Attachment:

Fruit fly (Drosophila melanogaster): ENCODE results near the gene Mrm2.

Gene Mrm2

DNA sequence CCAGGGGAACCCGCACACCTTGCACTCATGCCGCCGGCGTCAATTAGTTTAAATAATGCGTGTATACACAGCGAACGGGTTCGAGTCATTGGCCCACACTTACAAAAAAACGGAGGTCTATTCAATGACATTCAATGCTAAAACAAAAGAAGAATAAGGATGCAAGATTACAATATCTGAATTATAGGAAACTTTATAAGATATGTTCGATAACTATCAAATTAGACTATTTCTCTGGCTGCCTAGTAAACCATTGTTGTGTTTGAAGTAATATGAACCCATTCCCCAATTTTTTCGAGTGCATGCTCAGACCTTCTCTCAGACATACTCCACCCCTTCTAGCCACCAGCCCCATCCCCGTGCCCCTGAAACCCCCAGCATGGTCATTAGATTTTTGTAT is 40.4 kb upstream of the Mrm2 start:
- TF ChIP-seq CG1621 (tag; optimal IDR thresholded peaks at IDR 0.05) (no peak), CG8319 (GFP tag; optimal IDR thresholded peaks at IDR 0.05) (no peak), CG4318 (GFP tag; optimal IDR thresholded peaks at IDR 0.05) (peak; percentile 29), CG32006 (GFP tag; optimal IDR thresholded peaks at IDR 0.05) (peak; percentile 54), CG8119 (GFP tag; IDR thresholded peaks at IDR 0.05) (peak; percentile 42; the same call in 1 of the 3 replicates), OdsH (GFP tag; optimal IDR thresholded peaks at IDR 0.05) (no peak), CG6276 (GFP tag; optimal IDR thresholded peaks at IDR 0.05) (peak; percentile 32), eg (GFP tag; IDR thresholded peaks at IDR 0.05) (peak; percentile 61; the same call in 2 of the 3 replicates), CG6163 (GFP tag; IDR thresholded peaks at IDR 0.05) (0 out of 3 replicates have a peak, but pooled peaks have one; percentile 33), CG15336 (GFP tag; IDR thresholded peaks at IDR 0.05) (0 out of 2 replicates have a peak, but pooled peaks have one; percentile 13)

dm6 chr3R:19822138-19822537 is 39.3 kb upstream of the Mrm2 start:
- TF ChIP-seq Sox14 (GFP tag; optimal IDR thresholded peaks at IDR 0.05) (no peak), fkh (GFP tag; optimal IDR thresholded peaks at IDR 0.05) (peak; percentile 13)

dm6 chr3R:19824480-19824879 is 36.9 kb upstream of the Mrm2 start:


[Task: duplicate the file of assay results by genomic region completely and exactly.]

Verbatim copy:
Fruit fly (Drosophila melanogaster): ENCODE results near the gene Mrm2.

Gene Mrm2

DNA sequence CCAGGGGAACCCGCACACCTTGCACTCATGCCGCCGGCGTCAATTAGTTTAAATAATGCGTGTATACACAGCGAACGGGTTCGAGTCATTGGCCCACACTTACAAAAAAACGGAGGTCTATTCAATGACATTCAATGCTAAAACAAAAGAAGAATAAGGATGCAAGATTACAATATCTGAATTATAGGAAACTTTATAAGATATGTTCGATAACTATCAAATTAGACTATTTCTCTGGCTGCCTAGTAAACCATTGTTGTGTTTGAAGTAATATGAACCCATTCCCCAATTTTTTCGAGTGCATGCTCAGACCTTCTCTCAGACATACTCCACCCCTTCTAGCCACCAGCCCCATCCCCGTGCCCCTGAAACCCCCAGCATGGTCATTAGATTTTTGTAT is 40.4 kb upstream of the Mrm2 start:
- TF ChIP-seq CG1621 (tag; optimal IDR thresholded peaks at IDR 0.05) (no peak), CG8319 (GFP tag; optimal IDR thresholded peaks at IDR 0.05) (no peak), CG4318 (GFP tag; optimal IDR thresholded peaks at IDR 0.05) (peak; percentile 29), CG32006 (GFP tag; optimal IDR thresholded peaks at IDR 0.05) (peak; percentile 54), CG8119 (GFP tag; IDR thresholded peaks at IDR 0.05) (peak; percentile 42; the same call in 1 of the 3 replicates), OdsH (GFP tag; optimal IDR thresholded peaks at IDR 0.05) (no peak), CG6276 (GFP tag; optimal IDR thresholded peaks at IDR 0.05) (peak; percentile 32), eg (GFP tag; IDR thresholded peaks at IDR 0.05) (peak; percentile 61; the same call in 2 of the 3 replicates), CG6163 (GFP tag; IDR thresholded peaks at IDR 0.05) (0 out of 3 replicates have a peak, but pooled peaks have one; percentile 33), CG15336 (GFP tag; IDR thresholded peaks at IDR 0.05) (0 out of 2 replicates have a peak, but pooled peaks have one; percentile 13)

dm6 chr3R:19822138-19822537 is 39.3 kb upstream of the Mrm2 start:
- TF ChIP-seq Sox14 (GFP tag; optimal IDR thresholded peaks at IDR 0.05) (no peak), fkh (GFP tag; optimal IDR thresholded peaks at IDR 0.05) (peak; percentile 13)

dm6 chr3R:19824480-19824879 is 36.9 kb upstream of the Mrm2 start: